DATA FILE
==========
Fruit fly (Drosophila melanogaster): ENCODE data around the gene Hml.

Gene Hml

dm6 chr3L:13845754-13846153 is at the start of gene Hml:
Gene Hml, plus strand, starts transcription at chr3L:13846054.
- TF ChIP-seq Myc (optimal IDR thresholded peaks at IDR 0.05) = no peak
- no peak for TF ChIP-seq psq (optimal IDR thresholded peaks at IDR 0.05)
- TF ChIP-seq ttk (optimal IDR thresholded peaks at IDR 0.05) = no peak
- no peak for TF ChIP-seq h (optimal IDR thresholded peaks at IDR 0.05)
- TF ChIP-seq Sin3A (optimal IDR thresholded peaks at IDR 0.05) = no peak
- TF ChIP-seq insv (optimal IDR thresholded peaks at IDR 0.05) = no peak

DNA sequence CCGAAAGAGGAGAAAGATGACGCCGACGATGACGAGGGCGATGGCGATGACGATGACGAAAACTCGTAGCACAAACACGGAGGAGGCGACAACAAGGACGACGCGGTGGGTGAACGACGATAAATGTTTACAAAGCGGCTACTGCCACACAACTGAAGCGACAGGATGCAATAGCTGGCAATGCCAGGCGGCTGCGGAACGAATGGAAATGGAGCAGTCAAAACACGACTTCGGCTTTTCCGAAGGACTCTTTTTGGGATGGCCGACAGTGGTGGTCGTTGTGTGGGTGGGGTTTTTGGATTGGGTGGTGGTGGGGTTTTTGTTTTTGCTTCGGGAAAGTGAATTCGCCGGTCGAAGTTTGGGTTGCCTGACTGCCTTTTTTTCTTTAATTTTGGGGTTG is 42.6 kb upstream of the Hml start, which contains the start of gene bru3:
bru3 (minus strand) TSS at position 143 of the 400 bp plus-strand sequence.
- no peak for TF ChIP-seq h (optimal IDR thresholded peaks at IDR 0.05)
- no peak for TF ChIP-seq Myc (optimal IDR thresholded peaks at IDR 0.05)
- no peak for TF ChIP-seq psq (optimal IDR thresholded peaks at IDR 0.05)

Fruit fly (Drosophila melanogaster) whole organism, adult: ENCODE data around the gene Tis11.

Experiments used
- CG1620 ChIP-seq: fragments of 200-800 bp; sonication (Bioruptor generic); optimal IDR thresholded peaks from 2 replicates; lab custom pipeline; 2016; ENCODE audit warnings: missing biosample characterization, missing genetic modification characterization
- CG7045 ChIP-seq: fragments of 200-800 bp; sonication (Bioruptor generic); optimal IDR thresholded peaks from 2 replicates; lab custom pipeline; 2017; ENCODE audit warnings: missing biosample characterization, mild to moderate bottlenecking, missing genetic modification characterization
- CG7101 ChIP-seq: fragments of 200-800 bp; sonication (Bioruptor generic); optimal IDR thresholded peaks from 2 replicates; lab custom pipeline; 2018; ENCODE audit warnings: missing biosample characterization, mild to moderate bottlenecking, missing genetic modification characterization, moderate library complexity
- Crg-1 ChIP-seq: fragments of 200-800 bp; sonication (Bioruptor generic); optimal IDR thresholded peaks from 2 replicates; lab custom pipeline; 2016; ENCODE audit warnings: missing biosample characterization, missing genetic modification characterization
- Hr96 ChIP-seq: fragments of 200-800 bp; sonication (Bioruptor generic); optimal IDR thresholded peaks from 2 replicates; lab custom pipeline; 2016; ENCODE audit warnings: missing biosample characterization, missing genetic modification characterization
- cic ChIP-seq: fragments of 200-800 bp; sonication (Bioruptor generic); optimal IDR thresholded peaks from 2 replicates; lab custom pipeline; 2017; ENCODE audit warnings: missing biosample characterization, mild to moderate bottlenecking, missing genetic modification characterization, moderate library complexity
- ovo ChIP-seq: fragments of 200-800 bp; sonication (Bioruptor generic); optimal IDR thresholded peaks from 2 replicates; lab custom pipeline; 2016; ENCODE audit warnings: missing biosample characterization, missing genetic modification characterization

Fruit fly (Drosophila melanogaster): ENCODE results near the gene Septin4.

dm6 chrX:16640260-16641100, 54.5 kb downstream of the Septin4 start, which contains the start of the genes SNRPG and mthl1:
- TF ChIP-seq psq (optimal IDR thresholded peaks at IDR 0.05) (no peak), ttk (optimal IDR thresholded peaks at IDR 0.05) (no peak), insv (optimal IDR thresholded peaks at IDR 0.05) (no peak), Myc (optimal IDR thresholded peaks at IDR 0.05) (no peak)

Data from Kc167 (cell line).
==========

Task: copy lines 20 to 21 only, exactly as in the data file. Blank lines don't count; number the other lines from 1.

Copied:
- CG7101 ChIP-seq: fragments of 200-800 bp; sonication (Bioruptor generic); optimal IDR thresholded peaks from 2 replicates; lab custom pipeline; 2018; ENCODE audit warnings: missing biosample characterization, mild to moderate bottlenecking, missing genetic modification characterization, moderate library complexity
- Crg-1 ChIP-seq: fragments of 200-800 bp; sonication (Bioruptor generic); optimal IDR thresholded peaks from 2 replicates; lab custom pipeline; 2016; ENCODE audit warnings: missing biosample characterization, missing genetic modification characterization